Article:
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Harvard Scientists Awarded NIH Grant for Data Science Initiative in Africa

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Researchers at the Harvard T.H. Chan School of Public Health received an award from the National Institutes of Health last month for their program focused on improving data science in Africa.

The program — “Research Training on Harnessing Data Science for Global Health Priorities in Africa” — is a collaboration with scientists at Heidelberg University to create a “training hub” at the University of KwaZulu-Natal, South Africa to build the capacity of data systems in Africa. Through a strong data science infrastructure, the researchers believe Africa will make strides in its healthcare systems and its fight against climate change.

The Harvard-affiliated program was one of 19 research initiatives that the NIH recognized on Oct. 26 with a total award of $74.5 million.

The initiative will also include UKZN South Africa’s partner institutions in Ghana, Nigeria, Tanzania, and Uganda, which make up the Africa Research Implementation Science and Education Network. The program aims to strengthen the data science capacity of those partner institutions, with a focus on tackling critical global health challenges through data.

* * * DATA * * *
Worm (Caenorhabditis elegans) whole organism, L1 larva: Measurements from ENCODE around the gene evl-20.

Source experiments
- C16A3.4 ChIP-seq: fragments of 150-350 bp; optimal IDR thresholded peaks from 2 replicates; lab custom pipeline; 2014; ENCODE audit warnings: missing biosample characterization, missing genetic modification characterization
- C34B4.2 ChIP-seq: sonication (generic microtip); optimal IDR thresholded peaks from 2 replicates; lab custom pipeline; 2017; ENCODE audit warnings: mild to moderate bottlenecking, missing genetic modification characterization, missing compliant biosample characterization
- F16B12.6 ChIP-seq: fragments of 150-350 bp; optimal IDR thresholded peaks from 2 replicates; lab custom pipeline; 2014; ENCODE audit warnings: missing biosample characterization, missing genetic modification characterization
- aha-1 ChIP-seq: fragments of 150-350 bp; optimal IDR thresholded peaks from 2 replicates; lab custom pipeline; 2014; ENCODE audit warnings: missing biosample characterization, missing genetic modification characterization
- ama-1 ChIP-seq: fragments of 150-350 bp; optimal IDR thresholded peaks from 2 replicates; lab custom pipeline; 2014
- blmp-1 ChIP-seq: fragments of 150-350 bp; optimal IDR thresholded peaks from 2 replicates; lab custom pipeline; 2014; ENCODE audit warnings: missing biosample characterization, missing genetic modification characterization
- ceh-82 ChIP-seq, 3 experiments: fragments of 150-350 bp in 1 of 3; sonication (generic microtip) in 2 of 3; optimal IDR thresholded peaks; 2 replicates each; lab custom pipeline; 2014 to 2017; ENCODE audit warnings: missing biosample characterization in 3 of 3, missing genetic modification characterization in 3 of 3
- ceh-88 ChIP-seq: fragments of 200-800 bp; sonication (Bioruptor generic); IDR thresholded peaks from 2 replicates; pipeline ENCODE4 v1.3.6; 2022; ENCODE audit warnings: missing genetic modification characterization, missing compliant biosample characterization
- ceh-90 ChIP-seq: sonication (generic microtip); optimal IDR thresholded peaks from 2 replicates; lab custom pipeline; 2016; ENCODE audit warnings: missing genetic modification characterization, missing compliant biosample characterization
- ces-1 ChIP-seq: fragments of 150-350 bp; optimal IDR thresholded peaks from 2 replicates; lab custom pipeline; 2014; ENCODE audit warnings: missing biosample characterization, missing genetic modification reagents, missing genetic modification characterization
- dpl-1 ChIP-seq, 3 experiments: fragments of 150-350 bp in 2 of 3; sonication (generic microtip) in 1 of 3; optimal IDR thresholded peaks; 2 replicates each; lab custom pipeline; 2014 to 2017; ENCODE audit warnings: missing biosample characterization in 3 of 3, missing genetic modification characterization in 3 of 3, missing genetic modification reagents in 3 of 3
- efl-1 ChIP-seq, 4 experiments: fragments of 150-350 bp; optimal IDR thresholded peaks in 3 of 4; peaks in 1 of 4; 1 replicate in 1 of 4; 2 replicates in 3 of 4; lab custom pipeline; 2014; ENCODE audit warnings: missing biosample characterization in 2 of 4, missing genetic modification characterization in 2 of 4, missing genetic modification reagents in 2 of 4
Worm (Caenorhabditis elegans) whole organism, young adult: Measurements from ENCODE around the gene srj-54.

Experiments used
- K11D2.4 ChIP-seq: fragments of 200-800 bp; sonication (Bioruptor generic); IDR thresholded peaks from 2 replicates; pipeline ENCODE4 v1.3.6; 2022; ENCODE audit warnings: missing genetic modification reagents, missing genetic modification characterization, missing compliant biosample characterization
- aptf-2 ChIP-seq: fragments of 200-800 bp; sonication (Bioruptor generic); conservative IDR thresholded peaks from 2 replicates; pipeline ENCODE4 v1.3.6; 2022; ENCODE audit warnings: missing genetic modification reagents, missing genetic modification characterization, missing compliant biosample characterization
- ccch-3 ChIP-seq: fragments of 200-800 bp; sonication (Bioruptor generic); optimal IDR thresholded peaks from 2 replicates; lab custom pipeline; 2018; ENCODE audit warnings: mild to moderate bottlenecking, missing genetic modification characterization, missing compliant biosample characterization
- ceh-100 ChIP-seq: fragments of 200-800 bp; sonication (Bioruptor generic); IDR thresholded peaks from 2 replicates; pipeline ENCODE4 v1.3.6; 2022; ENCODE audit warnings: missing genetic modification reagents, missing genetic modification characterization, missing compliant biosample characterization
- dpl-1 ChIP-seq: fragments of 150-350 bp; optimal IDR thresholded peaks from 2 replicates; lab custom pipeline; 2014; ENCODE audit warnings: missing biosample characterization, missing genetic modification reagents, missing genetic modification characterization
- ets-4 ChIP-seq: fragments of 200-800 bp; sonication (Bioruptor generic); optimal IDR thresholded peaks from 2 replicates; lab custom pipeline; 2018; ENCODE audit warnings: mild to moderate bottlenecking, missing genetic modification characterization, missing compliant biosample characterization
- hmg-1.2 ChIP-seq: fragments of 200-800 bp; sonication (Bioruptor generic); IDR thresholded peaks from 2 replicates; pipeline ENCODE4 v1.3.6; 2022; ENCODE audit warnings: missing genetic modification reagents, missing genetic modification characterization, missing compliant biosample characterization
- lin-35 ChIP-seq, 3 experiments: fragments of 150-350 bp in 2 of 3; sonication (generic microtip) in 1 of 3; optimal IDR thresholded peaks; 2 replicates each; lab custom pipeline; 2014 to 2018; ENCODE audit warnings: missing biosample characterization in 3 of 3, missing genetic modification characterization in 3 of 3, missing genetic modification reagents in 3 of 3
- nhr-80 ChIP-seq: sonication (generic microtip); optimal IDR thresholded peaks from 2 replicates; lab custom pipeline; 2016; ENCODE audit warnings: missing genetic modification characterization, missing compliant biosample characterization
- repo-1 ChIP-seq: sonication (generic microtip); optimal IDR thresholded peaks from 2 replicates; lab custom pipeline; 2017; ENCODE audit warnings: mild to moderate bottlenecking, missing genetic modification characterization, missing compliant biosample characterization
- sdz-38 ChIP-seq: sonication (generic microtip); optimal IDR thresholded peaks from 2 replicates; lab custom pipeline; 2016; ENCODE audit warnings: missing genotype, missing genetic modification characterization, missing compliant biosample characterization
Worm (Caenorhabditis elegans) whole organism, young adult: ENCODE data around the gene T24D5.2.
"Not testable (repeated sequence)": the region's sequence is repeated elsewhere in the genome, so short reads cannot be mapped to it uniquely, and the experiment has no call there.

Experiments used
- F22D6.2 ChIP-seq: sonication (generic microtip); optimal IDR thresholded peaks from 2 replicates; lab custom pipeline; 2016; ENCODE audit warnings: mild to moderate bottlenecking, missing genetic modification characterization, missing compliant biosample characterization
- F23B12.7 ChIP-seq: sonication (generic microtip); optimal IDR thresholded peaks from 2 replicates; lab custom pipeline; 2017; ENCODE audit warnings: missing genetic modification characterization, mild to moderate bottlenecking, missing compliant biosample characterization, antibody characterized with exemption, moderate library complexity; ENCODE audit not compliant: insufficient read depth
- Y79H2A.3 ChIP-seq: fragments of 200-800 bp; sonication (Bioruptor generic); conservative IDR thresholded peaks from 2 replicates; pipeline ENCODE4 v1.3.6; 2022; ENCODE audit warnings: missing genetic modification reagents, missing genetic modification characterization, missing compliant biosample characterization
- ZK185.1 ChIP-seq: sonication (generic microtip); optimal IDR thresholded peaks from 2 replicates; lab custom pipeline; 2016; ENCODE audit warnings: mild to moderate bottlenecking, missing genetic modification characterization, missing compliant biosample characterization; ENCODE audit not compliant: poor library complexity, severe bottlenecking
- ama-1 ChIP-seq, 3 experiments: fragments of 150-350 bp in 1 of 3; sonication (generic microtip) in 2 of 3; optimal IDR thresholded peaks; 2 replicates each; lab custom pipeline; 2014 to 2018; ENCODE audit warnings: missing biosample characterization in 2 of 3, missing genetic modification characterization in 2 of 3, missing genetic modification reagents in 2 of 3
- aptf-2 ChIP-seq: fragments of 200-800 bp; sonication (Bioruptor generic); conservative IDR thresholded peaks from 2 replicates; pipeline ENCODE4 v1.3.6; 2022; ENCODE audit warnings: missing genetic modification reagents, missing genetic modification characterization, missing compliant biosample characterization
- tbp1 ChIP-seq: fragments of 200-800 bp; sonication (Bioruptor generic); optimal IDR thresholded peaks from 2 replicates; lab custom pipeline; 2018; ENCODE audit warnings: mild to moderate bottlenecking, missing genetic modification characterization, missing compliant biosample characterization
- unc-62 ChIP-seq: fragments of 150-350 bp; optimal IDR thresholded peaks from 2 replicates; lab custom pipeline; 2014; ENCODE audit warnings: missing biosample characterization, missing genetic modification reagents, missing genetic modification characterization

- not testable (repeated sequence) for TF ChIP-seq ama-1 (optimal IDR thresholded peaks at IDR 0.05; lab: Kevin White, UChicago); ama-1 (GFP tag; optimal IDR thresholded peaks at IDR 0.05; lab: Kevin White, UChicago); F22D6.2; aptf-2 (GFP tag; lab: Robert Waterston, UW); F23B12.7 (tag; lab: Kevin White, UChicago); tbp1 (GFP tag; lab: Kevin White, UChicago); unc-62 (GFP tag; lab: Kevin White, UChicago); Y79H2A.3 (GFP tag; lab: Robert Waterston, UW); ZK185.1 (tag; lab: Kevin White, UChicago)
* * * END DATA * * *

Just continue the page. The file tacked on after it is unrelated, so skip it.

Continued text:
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“The whole vision really comes from a long-standing partnership — and that’s the key word we use — between us and our collaborators,” said Wafaie Fawzi, a principal investigator of the program. “Our common purpose is really to have an impact on the health of populations.”

According to Fawzi, “data science is a new field that’s bringing together various disciplines from statistics and epidemiology to computer science and machine learning.”

The program is designed as a “hub and spoke” model, per Fawzi. The so-called “hub” of the program is in Durban, South Africa, at the UKZN South Africa, where researchers plan to establish a new master’s degree program in health data science. The goal of the hub, Fawzi said, is to “train the trainers,” who will eventually become the “spokes” of the program by bringing their expertise to the program’s partner institutions in Ghana and Nigeria in West Africa, and Tanzania and Uganda in East Africa.

Fawzi said that data on public health and the environment in Africa already exists. The program aims to develop a generation of data scientists in Africa who can use the data to improve public health in the region.

“The purpose of this proposal is to train the next generation of leaders in this area that can harness the data that’s already there, and make use of it for the benefit of population health.”

The researchers believe that the self-sustaining program will lead to better management of limited medical and hospital resources and more precise diagnoses, according to Fawzi.

The coronavirus pandemic reaffirmed the importance of expanding data science studies in African nations, Fawzi said.

By being able to organize health and resource data effectively, African nations will be one step ahead in pandemic preparedness, which Fawzi says relies on “the ability to access data from multiple sources in a short period of time, in a way that can be integrated across places and across domains.”

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